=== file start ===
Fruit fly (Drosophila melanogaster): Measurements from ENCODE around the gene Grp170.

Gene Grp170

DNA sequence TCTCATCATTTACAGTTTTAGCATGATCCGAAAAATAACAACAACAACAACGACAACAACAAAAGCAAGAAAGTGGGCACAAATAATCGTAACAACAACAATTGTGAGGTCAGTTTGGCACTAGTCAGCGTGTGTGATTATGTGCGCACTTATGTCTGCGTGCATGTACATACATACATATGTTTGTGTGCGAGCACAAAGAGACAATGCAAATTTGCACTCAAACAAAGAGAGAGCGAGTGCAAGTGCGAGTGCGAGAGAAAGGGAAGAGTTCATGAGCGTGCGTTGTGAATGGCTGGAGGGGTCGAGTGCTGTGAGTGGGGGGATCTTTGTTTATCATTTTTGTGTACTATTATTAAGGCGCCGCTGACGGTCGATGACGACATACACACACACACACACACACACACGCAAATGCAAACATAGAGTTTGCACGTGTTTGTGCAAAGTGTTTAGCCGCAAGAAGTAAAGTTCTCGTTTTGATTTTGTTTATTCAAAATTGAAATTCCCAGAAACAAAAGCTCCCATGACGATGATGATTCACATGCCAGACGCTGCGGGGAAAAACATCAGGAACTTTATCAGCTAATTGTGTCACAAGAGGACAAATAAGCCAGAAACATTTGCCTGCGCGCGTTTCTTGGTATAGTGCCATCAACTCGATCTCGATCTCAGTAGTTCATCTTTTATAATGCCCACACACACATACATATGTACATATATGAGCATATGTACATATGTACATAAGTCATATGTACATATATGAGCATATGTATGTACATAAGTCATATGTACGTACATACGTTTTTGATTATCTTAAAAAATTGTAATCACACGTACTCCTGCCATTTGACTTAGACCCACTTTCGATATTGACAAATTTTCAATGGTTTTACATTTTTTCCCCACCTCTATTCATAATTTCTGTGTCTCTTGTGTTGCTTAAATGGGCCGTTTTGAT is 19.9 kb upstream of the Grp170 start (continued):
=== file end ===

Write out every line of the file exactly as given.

Fruit fly (Drosophila melanogaster): Measurements from ENCODE around the gene Grp170.

Gene Grp170

DNA sequence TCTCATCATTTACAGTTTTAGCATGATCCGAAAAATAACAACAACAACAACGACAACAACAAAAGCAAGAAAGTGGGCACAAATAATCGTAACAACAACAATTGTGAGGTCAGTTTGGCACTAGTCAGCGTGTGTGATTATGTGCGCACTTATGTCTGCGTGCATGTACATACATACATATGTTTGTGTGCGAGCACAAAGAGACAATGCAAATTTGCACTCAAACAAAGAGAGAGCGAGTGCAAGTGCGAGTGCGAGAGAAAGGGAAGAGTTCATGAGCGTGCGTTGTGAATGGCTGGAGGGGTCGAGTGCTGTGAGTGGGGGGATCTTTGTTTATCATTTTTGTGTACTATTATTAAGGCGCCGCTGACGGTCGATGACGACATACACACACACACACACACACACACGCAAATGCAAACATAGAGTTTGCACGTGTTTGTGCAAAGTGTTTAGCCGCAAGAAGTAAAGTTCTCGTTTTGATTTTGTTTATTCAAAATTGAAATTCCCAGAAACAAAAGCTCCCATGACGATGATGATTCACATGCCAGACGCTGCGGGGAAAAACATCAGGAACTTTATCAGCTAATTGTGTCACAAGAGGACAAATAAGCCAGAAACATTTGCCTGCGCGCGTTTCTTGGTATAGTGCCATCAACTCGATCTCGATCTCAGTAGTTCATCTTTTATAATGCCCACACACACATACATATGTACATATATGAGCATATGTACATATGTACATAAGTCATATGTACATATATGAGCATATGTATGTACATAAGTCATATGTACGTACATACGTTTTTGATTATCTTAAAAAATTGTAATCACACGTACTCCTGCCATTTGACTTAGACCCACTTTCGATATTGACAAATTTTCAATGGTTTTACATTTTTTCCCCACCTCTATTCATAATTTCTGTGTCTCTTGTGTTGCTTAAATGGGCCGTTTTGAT is 19.9 kb upstream of the Grp170 start (continued):